In Gaya, one of the most sacred centers for Hindu pilgrims, we explored magnificent ruins. After lunch, we drove to Bodh Gaya, the place that came to be known as where Lord Buddha attained enlightenment. A photo with the enormous Buddha is a must. It was our final night on board, already. The trip seemed to be passing too quickly.
 
In Kolkata, The City Of Joy, we sat for an early breakfast on board, and then bid farewell to our passengers and crew, so we could tour the city, and have lunch at the Oberoi Grand. Like all Oberoi properties in India, the Kolkata property is designed with the business and luxury traveler in mind: service is excellent and the spa has excellent traditional treatments including Aryuveda facials. A large free form pool is perfect for a relaxing dip, surrounded by trees and birds.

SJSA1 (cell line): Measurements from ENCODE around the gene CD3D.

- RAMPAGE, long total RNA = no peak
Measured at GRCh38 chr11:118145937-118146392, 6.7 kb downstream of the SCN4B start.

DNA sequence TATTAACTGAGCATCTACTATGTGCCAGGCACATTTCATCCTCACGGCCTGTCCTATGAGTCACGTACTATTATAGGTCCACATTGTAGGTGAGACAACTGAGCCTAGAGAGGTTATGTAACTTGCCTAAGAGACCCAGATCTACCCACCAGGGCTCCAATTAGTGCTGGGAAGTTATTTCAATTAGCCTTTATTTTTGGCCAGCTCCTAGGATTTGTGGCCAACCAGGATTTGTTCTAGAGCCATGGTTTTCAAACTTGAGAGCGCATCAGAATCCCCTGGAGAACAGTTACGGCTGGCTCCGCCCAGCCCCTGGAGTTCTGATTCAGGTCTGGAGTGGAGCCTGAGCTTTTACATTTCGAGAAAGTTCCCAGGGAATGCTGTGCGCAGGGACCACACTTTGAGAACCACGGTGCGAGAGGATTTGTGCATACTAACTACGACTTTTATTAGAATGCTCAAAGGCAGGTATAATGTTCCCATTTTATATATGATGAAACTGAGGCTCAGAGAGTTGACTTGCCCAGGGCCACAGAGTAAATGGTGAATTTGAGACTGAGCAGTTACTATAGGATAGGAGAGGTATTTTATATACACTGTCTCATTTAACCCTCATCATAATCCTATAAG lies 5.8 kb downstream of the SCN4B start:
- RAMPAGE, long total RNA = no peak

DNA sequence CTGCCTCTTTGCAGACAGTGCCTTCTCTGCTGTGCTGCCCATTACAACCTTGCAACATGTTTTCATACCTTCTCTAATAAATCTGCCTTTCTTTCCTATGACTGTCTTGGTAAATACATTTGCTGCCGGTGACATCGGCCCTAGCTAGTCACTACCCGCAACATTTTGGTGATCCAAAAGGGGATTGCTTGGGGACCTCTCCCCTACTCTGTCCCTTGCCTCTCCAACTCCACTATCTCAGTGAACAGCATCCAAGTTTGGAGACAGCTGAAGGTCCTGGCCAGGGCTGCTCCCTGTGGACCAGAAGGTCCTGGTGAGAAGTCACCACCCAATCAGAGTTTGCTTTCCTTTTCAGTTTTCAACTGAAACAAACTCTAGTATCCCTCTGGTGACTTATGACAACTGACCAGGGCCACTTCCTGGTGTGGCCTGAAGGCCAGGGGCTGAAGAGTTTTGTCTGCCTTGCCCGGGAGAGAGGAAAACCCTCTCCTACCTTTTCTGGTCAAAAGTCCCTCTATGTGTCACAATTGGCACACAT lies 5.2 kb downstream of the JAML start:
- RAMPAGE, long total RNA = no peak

Small issues on the inaugural train trip were fixed.  Not cold enough champagne and drinks on day one were soon perfectly chilled. We think smaller groups with Cox & Kings would work better, especially when there is free time, and the opportunity to shop for gorgeous silks, clothing and jewelry. It’s not easy getting 20 people to move all at once out of a busy store and onto a bus.  You can’t do much about train delays and staff kept everyone as informed as possible, with regular updates. A tip for clients: Pack your swimsuits in your bag every day since hotel pools and spas clients will visit for lunch when not on the train are simply wonderful and a real treat, since there is no spa and of course, no pool onboard the Maharajas Express!
 
Maharajas’ Express service ends this season in April 2010, and resumes in September 2010 and runs through April 2011.